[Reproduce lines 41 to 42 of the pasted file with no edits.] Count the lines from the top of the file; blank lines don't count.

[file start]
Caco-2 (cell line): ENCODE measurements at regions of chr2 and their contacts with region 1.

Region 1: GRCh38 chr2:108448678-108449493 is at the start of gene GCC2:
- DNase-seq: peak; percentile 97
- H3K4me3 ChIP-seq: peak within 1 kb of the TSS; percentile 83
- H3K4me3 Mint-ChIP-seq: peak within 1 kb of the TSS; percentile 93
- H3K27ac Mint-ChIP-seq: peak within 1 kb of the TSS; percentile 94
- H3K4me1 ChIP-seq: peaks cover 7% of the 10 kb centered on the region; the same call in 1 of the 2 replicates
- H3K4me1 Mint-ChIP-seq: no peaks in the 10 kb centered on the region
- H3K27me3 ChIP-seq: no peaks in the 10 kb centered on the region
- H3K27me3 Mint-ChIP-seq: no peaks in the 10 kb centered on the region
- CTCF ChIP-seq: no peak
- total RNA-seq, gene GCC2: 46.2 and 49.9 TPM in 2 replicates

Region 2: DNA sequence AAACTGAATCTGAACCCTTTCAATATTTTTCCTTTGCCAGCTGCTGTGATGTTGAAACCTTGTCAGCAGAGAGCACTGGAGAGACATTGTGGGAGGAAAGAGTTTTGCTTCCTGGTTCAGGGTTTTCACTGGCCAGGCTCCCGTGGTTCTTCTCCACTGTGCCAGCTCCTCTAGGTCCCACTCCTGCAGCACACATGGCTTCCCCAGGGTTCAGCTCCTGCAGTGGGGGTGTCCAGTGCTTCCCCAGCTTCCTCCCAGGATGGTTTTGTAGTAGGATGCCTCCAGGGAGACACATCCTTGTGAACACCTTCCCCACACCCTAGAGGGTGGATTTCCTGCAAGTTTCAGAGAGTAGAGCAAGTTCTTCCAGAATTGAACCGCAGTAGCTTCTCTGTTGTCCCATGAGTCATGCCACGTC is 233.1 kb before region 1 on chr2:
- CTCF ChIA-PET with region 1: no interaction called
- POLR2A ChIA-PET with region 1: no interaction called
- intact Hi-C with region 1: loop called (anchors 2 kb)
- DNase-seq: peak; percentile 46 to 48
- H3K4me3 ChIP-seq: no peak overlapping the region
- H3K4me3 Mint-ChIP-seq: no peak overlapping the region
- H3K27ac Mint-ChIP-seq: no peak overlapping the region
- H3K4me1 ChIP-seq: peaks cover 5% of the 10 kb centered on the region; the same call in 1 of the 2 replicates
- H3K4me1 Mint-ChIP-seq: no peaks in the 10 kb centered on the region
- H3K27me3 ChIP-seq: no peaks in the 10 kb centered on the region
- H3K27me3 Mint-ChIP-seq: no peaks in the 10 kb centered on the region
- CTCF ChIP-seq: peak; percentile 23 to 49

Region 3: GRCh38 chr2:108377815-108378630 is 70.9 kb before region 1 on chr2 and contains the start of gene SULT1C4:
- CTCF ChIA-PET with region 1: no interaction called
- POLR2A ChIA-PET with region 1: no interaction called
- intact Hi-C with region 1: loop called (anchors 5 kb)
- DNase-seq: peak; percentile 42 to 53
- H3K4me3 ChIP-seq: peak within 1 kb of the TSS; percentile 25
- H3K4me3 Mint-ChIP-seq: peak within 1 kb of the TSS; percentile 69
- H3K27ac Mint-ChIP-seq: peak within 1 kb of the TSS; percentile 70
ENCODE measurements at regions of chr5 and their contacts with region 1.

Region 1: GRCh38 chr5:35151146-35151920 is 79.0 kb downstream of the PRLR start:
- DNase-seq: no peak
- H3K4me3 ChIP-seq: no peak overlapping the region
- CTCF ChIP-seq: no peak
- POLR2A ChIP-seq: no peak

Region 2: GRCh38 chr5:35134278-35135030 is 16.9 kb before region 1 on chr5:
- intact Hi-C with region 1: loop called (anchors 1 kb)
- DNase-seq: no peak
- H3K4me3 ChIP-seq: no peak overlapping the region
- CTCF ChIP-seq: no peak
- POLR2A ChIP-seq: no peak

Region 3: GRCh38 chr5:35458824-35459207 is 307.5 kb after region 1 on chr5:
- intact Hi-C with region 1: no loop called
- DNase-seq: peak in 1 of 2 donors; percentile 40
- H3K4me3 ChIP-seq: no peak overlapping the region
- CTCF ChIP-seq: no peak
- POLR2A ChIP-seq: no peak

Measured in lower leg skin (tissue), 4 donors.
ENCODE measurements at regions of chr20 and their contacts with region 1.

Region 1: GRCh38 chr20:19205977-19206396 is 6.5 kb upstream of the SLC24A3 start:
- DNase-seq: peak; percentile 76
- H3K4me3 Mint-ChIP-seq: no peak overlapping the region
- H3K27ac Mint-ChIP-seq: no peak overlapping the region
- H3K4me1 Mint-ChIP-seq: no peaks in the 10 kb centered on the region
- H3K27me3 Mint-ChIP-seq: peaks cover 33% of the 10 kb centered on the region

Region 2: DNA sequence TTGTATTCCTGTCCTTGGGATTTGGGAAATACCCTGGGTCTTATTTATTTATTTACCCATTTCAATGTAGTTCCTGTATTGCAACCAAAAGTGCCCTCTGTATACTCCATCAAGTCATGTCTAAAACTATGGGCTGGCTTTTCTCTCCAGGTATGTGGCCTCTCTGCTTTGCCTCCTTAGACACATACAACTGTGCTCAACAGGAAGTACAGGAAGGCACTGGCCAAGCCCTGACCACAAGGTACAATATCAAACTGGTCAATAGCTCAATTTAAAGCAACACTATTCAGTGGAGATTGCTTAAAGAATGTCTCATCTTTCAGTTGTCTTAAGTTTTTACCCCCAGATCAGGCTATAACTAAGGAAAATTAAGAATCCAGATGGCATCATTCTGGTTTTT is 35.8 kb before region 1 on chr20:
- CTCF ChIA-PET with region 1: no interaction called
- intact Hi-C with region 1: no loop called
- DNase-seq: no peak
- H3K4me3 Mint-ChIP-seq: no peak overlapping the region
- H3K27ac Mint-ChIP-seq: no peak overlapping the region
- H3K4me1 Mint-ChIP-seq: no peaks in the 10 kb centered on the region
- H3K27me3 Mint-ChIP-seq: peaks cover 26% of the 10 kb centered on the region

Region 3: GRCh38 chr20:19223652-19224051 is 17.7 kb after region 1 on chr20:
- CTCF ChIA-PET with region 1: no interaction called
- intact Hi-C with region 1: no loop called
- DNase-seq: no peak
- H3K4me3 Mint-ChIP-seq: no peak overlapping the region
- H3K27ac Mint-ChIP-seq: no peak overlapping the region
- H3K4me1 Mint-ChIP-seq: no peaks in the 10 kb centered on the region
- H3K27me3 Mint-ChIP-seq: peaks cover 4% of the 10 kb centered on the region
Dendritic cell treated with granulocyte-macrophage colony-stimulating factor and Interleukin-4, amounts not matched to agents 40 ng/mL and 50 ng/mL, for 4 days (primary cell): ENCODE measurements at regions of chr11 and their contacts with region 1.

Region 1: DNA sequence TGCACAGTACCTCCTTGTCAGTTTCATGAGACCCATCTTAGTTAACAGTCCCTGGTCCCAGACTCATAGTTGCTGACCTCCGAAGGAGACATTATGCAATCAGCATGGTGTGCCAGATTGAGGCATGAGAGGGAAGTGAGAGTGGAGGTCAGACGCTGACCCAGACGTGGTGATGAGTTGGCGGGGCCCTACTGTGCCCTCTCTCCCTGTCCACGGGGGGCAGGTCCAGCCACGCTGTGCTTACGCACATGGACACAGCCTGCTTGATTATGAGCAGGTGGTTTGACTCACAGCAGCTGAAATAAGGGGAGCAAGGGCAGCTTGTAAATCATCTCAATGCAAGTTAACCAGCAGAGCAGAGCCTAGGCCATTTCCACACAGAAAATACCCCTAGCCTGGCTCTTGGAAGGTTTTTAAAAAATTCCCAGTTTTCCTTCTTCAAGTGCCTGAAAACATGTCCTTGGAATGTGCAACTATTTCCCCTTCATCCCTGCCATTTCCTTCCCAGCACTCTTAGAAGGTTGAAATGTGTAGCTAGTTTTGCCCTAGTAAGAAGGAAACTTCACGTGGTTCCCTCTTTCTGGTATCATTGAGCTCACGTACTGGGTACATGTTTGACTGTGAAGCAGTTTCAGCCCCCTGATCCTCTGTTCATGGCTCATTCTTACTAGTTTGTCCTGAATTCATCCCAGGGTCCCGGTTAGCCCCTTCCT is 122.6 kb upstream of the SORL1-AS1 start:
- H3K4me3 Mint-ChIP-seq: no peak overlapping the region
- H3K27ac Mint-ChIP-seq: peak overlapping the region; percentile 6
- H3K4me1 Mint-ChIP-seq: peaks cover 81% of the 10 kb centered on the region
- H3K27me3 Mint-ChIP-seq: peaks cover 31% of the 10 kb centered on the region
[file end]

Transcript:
- intact Hi-C with region 1: loop called (anchors 1 kb)
- DNase-seq: no peak